“Come on Christie, let’s just get out for a minute,” I say. “You’ll feel better. Tina, you too. Come on you guys. We’re going out. It’ll be all right. You’ll see. When we get back we’ll watch ‘Lost.’ I’ll even comb your hair Christie. Come on, we can do this.”

We go. In the outside cage Sirkka strips down to her bra and stands at the door, hoping a Class D male will walk by. Christie sits in a chair, silent. Tina takes a book and seats herself next to Christie. I stand in a corner and look up. The sun is shining. I shield my eyes.

I listen for a bird.

Hate and rage have no place in our hearts or in our blog

September 27, 2013

Friday, September 27, 2013

Good morning:

Hate and rage have no place in our hearts or in our blog.

No one is perfect and everyone makes mistakes.

Some of our mistakes are intentional and some are not.

Maybe Shellie Zimmerman is a sympathetic human being slowly emerging from a fog of abuse or maybe she is a grifter attempting to even up the score with a grifter husband who dumped her. Maybe she is a mixture of both. Regardless what we believe, the truth will be revealed as we watch from afar.

Shellie is at a crossroad in her life and we can only watch as she chooses what to do.

She is what she is and she will be whatever she decides to be.

Whatever choice she makes for whatever reason should have little or no impact on our lives.

Instead of shrieking at her, why not thank her for exposing something in us that we may need to own and decide to change?

Have we not been taught to believe in redemption, rebirth, tolerance, love and forgiveness?

Why not light a candle in your heart for her and offer a prayer that she makes the right choice?

Are there not far more important matters than Shellie Zimmerman’s life decisions going on in the world that have real life consequences to each of us?

For example, the United Nations Climate Change Report will be released today.

Think on this:

The Lord is spirit: and where the Lord’s spirit is, freedom is. The veils no longer cover our faces — we all behold the glory of the Lord and are transformed into his image from one level of glory to another; and this comes from the Lord, who is the Spirit.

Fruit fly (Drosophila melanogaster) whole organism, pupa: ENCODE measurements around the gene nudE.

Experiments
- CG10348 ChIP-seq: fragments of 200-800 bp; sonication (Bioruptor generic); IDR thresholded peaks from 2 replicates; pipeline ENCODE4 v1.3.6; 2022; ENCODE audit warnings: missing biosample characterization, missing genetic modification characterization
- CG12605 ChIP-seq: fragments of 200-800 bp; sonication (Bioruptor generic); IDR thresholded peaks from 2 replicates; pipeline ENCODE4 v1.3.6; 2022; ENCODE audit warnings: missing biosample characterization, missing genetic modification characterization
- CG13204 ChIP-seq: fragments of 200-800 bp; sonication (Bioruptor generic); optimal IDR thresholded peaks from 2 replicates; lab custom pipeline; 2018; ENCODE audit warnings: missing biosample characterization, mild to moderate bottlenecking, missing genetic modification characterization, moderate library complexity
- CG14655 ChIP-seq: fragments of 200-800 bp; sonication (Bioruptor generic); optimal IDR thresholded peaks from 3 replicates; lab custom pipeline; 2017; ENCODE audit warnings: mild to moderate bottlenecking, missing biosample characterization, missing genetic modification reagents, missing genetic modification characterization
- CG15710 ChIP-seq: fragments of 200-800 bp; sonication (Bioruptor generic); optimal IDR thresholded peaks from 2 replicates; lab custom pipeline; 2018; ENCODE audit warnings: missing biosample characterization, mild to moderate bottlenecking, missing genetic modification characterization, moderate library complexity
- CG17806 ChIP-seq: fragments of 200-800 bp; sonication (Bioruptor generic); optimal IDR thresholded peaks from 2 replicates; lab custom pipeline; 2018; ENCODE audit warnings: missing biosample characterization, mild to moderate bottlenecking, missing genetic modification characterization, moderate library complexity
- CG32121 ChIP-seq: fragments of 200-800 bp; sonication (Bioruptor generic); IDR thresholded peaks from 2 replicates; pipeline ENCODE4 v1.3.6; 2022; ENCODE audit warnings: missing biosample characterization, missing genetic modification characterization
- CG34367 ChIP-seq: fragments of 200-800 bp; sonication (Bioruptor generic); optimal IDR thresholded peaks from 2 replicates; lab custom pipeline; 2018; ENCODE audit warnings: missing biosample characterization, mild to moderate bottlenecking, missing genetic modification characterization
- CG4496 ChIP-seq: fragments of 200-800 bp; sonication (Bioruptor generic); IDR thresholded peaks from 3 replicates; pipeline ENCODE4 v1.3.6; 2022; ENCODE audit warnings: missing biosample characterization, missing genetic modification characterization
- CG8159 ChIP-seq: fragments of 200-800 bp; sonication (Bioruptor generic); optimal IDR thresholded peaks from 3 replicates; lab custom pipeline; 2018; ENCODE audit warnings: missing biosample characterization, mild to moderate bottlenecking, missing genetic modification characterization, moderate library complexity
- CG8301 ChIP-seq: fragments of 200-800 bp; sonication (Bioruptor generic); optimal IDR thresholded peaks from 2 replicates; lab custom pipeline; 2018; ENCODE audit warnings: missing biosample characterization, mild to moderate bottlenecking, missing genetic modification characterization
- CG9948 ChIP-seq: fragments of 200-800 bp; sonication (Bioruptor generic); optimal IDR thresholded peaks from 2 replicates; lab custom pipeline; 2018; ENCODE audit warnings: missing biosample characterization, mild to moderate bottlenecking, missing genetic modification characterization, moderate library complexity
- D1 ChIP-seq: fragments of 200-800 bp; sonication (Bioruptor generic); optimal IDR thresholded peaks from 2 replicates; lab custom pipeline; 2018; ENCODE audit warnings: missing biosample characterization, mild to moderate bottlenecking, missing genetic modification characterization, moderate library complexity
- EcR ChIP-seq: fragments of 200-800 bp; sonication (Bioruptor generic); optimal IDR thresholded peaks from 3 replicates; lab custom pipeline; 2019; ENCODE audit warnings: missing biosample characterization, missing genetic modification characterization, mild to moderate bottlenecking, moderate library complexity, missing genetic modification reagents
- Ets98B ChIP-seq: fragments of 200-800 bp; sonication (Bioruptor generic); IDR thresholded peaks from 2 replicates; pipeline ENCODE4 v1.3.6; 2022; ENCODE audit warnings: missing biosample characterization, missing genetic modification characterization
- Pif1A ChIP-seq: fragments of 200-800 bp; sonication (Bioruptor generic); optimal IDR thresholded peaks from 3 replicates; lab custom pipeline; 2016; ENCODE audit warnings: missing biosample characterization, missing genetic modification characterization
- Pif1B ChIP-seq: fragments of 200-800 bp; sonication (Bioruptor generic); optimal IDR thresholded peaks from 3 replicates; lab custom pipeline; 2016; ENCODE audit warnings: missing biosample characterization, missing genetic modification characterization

2 Corinthians 3 :17-18

Peace be with you.


Is Shellie Zimmerman wavering

September 26, 2013

Thursday, September 26, 2013

Good afternoon:

This just in:

Crane and I have errands to run this afternoon.

(H/T to Two sides to a Story for the link)


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Producing articles and maintaining this blog requires substantial time and effort. Please take a moment and consider making a donation.

As you depend on us, we depend on you.


Fred and Crane

SCOTUS disingenuously denies a remedy to a woman horrifically disfigured by Sulindac

September 26, 2013

Thursday, September 26, 2013

Good morning:

I write today to supplement Crane-Station’s excellent article yesterday, SCOTUS Shields Generic Drug Manufacturers From Liability.

The conservative majority of the Supreme Court of the United States (SCOTUS) recently denied a remedy to Karen Bartlett, a woman horrifically disfigured by the generic drug Sulindac by using a hackneyed interpretation of the Supremacy Clause, the doctrine of preemption from which it flows, and the Food and Drug Administration Act that was passed by Congress to provide protection to consumers, in addition to common law remedies, from injuries caused by drug manufacturers.